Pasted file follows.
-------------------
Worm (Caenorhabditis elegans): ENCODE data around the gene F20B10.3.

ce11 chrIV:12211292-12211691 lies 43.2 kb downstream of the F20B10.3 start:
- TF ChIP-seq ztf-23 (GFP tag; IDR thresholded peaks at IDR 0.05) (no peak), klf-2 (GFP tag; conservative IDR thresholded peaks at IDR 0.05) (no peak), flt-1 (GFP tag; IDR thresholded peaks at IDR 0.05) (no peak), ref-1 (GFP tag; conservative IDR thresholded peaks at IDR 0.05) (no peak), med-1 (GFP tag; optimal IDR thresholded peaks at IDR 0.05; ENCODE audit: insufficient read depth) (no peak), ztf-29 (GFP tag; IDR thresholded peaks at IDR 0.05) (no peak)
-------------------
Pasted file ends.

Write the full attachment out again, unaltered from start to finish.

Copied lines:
Worm (Caenorhabditis elegans): ENCODE data around the gene F20B10.3.

ce11 chrIV:12211292-12211691 lies 43.2 kb downstream of the F20B10.3 start:
- TF ChIP-seq ztf-23 (GFP tag; IDR thresholded peaks at IDR 0.05) (no peak), klf-2 (GFP tag; conservative IDR thresholded peaks at IDR 0.05) (no peak), flt-1 (GFP tag; IDR thresholded peaks at IDR 0.05) (no peak), ref-1 (GFP tag; conservative IDR thresholded peaks at IDR 0.05) (no peak), med-1 (GFP tag; optimal IDR thresholded peaks at IDR 0.05; ENCODE audit: insufficient read depth) (no peak), ztf-29 (GFP tag; IDR thresholded peaks at IDR 0.05) (no peak)